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Wednesday, February 11, 2015

Plot Holes and Predictability

Let's learn about plot holes and predictability through more fun google images.
And just so you know, those are three of my favorite movies. 

Now, I think movies can get away with plot holes a lot easier than books. We get caught up in the visual impact of the moment and don't catch them or think about them until later. And, sometimes, as in Harry Potter, there were so many things going on that I didn't think about the time turner dilemma until someone else pointed it out. What can we learn from that?

1. You can get away with one plot hole when the rest of the book is amazing. 
2. Sometimes the plot hole doesn't change the overall plot awesomeness because it's not the MAIN thread that has a hole in it.

A really great editor can help you find your plot holes and help you determine how to fix them. They can even help you decide if that little thing you put in (that doesn't make complete sense) because you needed to get your character to a certain physical, mental or emotion place is small enough to squeak by. Or if they're really good, they can help you come up with a more plausible way to achieve the same goal. 

Great beta readers and critique partners can help with those things too, but once again I'm a big fan of hiring an editor after the betas and crit partners get finished. 


So, if predictability is boring and the path to failure, how do we make sure our stories are NOT predictable? I mean, we hear all the time that there are no new stories. That means everyone is familiar with the pattern and will anticipate the end, right?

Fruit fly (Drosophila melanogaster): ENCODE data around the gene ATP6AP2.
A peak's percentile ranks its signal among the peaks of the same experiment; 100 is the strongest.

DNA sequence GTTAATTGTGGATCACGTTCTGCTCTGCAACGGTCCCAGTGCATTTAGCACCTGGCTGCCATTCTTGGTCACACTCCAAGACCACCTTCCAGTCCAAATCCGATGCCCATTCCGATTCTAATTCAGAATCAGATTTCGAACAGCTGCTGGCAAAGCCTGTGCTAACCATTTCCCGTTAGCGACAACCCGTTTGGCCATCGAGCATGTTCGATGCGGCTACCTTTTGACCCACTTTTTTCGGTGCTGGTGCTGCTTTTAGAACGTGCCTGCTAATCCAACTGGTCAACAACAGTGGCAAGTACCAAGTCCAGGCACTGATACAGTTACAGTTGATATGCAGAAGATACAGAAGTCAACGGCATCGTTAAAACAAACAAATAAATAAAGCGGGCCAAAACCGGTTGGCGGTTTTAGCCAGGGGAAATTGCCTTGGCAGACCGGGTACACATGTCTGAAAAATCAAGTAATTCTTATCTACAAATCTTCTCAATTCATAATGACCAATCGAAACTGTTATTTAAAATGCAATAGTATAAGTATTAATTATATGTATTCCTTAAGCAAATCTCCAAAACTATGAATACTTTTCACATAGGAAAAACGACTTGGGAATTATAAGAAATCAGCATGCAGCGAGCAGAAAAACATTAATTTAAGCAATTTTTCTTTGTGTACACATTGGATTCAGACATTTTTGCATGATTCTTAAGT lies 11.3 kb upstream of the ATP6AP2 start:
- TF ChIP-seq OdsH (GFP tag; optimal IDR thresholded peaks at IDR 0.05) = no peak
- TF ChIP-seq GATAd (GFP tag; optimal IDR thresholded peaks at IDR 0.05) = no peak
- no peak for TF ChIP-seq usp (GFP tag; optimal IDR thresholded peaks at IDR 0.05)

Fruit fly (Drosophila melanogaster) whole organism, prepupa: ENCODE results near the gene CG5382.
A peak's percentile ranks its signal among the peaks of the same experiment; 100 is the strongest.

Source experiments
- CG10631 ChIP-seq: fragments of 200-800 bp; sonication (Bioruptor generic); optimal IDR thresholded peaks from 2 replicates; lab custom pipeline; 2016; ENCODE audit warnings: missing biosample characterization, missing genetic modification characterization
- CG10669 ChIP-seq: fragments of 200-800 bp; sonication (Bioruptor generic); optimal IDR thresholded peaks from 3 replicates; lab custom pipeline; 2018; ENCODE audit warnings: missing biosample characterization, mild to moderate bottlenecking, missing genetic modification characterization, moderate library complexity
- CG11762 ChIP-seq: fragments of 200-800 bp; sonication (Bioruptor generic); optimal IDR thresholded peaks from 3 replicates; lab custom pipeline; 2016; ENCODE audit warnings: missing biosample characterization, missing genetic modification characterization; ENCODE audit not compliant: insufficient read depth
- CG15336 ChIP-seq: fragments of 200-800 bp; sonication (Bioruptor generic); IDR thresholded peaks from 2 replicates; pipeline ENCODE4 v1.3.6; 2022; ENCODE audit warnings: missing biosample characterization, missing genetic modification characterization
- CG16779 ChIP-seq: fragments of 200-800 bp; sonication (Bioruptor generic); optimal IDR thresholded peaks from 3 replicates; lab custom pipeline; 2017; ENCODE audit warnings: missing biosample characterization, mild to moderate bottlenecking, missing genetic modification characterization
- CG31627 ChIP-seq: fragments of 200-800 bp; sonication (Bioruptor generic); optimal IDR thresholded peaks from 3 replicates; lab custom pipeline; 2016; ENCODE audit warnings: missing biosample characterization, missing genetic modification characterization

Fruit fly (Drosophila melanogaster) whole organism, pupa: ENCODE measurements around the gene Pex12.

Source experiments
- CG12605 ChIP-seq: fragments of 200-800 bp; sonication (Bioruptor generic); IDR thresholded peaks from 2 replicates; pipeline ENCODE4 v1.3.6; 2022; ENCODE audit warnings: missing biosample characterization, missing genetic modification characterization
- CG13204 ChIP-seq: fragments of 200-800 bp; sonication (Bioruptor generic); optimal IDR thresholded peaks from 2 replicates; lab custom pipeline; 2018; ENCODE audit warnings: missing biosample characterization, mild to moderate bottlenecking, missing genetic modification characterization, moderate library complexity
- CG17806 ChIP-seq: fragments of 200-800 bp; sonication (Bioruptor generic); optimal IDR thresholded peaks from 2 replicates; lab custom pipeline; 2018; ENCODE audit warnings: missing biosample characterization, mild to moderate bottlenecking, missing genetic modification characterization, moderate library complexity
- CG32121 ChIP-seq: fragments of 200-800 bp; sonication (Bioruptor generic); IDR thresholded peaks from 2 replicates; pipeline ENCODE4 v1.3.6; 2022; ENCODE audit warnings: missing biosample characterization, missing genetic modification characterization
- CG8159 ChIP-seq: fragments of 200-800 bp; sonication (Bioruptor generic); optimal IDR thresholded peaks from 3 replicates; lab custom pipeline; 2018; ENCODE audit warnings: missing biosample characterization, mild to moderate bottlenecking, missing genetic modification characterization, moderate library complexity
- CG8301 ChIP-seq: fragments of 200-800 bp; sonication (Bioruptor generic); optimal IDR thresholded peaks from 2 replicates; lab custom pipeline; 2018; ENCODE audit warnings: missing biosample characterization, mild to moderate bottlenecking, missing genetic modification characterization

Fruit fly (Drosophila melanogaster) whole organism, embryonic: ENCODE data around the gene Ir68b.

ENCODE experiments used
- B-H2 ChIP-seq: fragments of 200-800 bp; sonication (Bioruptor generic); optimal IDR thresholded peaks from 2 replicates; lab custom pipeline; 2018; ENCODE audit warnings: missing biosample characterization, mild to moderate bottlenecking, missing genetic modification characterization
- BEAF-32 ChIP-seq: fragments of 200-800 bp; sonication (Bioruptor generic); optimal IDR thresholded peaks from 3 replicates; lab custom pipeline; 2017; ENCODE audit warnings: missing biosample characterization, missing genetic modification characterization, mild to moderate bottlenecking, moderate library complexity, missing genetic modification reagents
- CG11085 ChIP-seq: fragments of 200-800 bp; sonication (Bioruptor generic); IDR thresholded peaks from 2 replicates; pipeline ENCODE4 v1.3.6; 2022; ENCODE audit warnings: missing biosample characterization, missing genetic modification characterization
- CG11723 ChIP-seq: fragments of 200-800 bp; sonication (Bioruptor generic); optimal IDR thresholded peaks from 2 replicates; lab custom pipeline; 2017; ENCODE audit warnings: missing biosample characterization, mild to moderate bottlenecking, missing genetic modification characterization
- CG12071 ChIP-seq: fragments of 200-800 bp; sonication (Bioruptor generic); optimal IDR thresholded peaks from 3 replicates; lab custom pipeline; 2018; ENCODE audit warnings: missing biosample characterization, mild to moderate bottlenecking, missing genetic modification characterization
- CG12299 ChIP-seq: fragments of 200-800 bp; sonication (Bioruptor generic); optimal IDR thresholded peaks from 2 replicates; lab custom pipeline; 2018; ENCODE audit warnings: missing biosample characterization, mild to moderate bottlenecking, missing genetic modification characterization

Come on, where's your imagination? Here are a few more things I'm sure you've heard before.

Put your character up a tree and throw rocks at him.
Here's where you get to make a story you're own. Those metaphorical rocks can be anything! Every person, and therefore every character, is different. Their life experience has given them a unique set of fears and strengths. As writer, you play to those. Find ways to challenge that individual regardless of the genre or conflict formula. 

Think of the absolute worst thing that could happen and do that.
Here's the trick. Don't do the first thing that comes to mind. Those are usually cliche and therefore predictable. 
Note for romance writers:
Readers of romance want want thing to happen EVERY time. You have to have a HEA (Happily Ever After). That's what makes it romance. Make the fact that they WILL get together and have a HEA the only thing that's predictable. Try to find unique ways to keep your lovebirds apart and make them fight for every step to being reunited. 

Questions for You


What are some stories with plot holes that bugged you?

What are some stories where the plot hole didn't bother you and why?

How do you feel when you know exactly what's going to happen in the end by the first third of the book?

Helpful Links:
How to fix a plot hole by Roz Morris




3 comments:

dolorah said...

One of the biggest plot holes that bugged me, both in the book and movie, is in Harry Potter. There is a segment in Prisoner of Azkaban (and later in Order of the Phoenix) where Sirius explains that Harry Potters family is one of the oldest and most pure bred, a is the Black family. Everyone purebred is pretty much related to everyone.

So how is it that Harry has NO magical relations to help him on his journey? And how is it that the Weasley's boast no magical relations either?

A story that impressed me with a twist to the predictable was Maleficient. Spoiler alert: it wasn't the prince who kissed her, and I was practically doing a happy dance in my theater seat for that one.

Charity Bradford said...

Ha! Loved Maleficient and the way it played out. However, I called who the kiss would come from 30 minutes before it happened. *sigh* my family doesn't like watching movies with me. But I still loved that movie.

Liz A. said...

Can't think of anything right now. I'm sure I'll think of something later. I don't know if predictability is so bad, really. Many of us read for comfort, and certain outcomes and tropes are comfortable. But there is too predictable.